Raising Our Voices against Nuclear War: Japanese Doctors and Journals’ Roles

Shigeki Matsubara1,2
1Department of Obstetrics and Gynecology, Jichi Medical University, Tochigi, Japan
2Department of Obstetrics and Gynecology, Koga Red Cross Hospital, Koga, Japan

Corresponding author: Shigeki Matsubara, matsushi@jichi.ac.jp

DOI: 10.31662/jmaj.2023-0141

Received: September 12, 2023
Accepted: October 5, 2023
Advance Publication: November 16, 2023
Published: January 15, 2024

Cite this article as:
Matsubara S. Raising Our Voices against Nuclear War: Japanese Doctors and Journals’ Roles. JMA J. 2024;7(1):109-110.


The editorial “Reducing the risks of nuclear war - The role of health professionals” was published at the same time in 137 journals worldwide. No Japanese journals have published this editorial. Japan suffered the Hiroshima-Nagasaki atomic-bomb disaster and thus may have a special and leading position regarding this issue in the world. I believe that now is the time for us, Japanese health professionals, to raise our voices against nuclear war.

Key words: atomic bomb, editorial, Hiroshima, Nagasaki, nuclear war

The threat of nuclear war is increasing. In August 2023, an editorial entitled: “Reducing the risks of nuclear war - The role of health professionals” was published in 137 medical journals worldwide (1). This editorial states the following: 1) the risk of nuclear war is now rapidly growing, 2) nuclear war will kill or severely injure 120 million-6 billion people, 3) health professionals played crucial roles in preventing nuclear war in history (including ending the Cold War), and 4) health-professional associations and members should take actions to prevent nuclear war now (1).

I was astounded to find that as many as 137 journals published this editorial at the same time (1), (2); these journals included the so-called big four (New England Journal of Medicine, the Lancet, JAMA, and BMJ) and also journals of all related fields: general medicine, medicine of some specialties and subspecialties, nursing, basic medicine, and others. They also included journals from many countries worldwide: those of high and middle/low resources and those from Europe, America, Africa, and Asia. Based on my 4-decades of medical writing experience, this is the first, or at least a very rare, phenomenon: therefore, many medical journals with a variety of backgrounds published the same editorials. This greatly encourages me: I felt that I am in solidarity with worldwide health professionals in terms of being against nuclear war.

The New England Journal of Medicine and the Lancet are from the USA and UK, respectively. The Romanian Journal of Clinical Research (among the 137 journals) is naturally from Romania. It is sometimes difficult to determine which country a certain journal is from, and thus, I checked the homepage of the 137 journals (2) and identified the institutes with which the Editor-in-Chiefs are affiliated. Based on my investigation, unfortunately, no Editor-in-Chiefs were affiliated with Japanese institutes, thus indicating that no journals were from Japan.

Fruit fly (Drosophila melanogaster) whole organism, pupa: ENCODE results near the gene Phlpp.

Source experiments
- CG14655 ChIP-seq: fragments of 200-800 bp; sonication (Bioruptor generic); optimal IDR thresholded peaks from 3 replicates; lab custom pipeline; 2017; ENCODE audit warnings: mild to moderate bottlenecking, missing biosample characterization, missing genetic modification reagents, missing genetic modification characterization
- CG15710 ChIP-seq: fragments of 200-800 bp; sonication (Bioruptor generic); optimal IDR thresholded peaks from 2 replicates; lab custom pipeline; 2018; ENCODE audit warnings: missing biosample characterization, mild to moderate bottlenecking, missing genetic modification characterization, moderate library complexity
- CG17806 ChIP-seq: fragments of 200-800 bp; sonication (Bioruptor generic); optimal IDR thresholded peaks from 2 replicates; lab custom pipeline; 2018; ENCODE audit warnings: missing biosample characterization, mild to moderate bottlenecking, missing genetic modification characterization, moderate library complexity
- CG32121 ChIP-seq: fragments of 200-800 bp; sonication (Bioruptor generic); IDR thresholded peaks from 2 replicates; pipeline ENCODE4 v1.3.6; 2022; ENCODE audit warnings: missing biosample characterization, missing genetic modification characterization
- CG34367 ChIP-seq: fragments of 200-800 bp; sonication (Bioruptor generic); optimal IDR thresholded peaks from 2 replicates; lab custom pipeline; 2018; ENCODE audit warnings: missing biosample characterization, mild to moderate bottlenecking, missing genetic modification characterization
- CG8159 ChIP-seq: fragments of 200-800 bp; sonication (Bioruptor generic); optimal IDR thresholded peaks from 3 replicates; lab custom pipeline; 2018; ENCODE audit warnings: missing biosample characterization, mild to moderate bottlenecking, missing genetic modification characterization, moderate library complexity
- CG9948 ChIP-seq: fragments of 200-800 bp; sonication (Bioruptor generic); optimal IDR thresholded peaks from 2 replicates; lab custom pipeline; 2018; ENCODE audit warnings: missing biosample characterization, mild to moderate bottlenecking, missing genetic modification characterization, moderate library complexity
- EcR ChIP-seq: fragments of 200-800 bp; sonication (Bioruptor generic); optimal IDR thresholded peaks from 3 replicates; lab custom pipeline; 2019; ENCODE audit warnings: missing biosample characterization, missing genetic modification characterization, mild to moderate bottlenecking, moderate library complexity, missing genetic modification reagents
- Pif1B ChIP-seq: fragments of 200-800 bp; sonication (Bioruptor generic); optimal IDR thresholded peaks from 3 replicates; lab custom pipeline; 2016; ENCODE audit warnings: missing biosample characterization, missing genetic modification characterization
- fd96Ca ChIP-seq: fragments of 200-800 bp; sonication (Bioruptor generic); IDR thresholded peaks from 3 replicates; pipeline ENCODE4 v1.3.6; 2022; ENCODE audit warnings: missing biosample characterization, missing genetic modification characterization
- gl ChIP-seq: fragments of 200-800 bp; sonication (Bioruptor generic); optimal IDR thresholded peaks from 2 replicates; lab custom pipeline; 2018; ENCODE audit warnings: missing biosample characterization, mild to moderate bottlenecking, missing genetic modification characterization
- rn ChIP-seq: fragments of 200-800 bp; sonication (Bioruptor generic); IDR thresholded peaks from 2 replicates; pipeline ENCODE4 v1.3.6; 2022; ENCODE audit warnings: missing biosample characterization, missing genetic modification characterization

Japan is a unique country in the world: we, Japanese, have experienced atomic bombs. Many Japanese people still suffer sequelae of Hiroshima-Nagasaki atomic bombs physically and mentally. Japanese researchers have performed many high-level studies regarding the health problems caused by the atomic bombs (3), (4). Also, regardless of who (Japanese or non-Japanese) wrote the papers, Hiroshima-Nagasaki survivors have been continuing to provide atomic bomb-related health data to the world (5).

The lack of publishing this editorial in Japanese journals has discouraged me and possibly also many Japanese doctors. It is expected that this has also discouraged members/readers of worldwide journals outside of Japan. They may wonder why Japanese journals, and thus, Japanese health professionals, did not add their voices. I believe that JMA Journal should have published this editorial. I never intend to say something against the JMA Journal, but we, Japanese doctors, consider that this journal represents the voices of Japanese health professionals. The JMA Journal may have not been notified about this editorial and simply may have had no chance to be among the publishing journals.

Putting this aside, we, Japanese doctors, should raise our voices against nuclear war. This is because Japanese have experienced atomic bomb, and Japan has accumulated associated medical/social/political knowledge (3), (4), thereby having hitherto contributed to preventing nuclear war. We can educate young generations about the health-related problems caused by the atomic bombs. We can urge policy-making persons to take actions to prevent nuclear wars. I believe that the first step is: each Japanese doctor should begin such activities in his/her own position, manner, and daily medical activity. This can be, and should be, done irrespective of the personal political belief/standpoint. This might be a small step, but it may contribute to finally eradicating nuclear wars. Now is the time. I expect the continuing leadership of the JMA Journal.

Article Information

Conflicts of Interest



I thank Teppei Matsubara (Massachusetts General Hospital, Harvard Medical School, USA) and Daisuke Matsubara (Jichi Medical University, Japan) for their help.

Author Contributions

S. Matsubara: Identification of the significance. Manuscript writing.

Approval by Institutional Review Board (IRB)

Not applicable

Patient Anonymity

Not applicable

Informed Consent

Not applicable

Data Availability

Data sharing is not applicable to this article, as no new data were created or analyzed in this study.


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